Ethical Self Analysis. Summary:After watching the videos “Deontology” and “Consequentialism” and completing this week’s readings, I want you to identify which ethical theory perspective you find most closely aligned with your perspective. Try to pull in examples from your own experience. After choosing the broad perspective you found most similar to your own thought process, highlight the specific points that resonate with your thinking. Which forms of deontology or consequentialism do you support, or do you combine them? If you can indicate any reason you have with alining more in one camp of thought that the other. The paper will need to be 3-5 pages in length pages in length and will be a self-analysis • You will need to understand which school of thought you personally fall into when it comes to ethical decision making.



. In my view, ethical decision-making involves considering both deontological and consequentialist perspectives. While some theories prioritize one over the other, I believe the most prudent approach integrates both schools of thought.
Let me start by outlining the key differences between deontology and consequentialism. Deontology, as the video explained, focuses on adhering to rules and duties. Under this view, an action is morally right or wrong based on whether it respects an individual’s rights and freedoms. Consequentialism, by contrast, assesses morality based on outcomes and consequences. An act is deemed ethical if it produces the best overall results.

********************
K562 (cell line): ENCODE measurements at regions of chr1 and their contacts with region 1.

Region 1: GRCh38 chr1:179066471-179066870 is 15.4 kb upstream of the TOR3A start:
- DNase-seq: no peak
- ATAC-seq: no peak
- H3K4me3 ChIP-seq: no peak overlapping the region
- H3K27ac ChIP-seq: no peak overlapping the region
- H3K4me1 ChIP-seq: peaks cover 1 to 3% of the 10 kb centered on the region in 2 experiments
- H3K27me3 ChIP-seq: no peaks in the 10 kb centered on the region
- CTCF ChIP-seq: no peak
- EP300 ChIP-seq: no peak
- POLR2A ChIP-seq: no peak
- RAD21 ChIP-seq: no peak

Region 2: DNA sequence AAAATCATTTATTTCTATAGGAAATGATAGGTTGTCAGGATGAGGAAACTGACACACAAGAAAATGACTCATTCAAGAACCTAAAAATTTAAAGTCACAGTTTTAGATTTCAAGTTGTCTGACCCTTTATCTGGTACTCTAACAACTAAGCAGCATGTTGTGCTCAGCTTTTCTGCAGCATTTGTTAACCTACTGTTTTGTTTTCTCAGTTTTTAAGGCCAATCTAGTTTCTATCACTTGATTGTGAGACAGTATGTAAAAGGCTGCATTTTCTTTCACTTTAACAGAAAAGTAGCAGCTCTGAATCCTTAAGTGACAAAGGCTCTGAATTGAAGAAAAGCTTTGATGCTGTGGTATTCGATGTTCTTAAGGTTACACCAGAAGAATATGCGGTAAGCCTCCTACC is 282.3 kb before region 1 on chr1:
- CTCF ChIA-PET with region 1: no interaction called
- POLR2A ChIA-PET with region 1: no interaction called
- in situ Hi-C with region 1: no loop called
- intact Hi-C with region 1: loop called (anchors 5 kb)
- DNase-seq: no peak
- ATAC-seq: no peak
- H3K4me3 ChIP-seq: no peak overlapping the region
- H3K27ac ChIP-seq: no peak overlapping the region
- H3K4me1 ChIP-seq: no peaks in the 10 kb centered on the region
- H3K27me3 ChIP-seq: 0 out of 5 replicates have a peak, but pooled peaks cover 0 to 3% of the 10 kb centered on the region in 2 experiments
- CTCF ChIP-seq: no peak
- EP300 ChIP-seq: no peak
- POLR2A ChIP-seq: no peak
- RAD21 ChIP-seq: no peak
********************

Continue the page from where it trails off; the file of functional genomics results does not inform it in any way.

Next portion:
In practice, I find myself weighing both the means and ends of an action. For example, in my work as a professional writer, I aim to respect copyright and attribution guidelines (deontology) while also creating works that inform and benefit readers (consequentialism). Similarly, in my personal life, I strive to act with integrity and respect towards others (deontology), but also consider how my decisions might impact communities and society at large (consequentialism).
While no single theory captures every nuance, combining deontological and consequentialist viewpoints offers a more holistic perspective in my view. Both the method and material effects of an act require consideration. No decision exists in a vacuum; our duties to principles and people are entwined with reality’s complex consequences. An ethical choice considers both means and ends through open-minded and empathetic reflection.
In summary, I find aspects of both deontology and consequentialism resonate with my decision-making process. My ethical approach integrates duties and outcomes, principles and pragmatism. While reasonable people can disagree on where to draw lines, appreciating multiple sides aids wise and compassionate judgment. Such balanced, multifaceted thinking guides me in my work and life.

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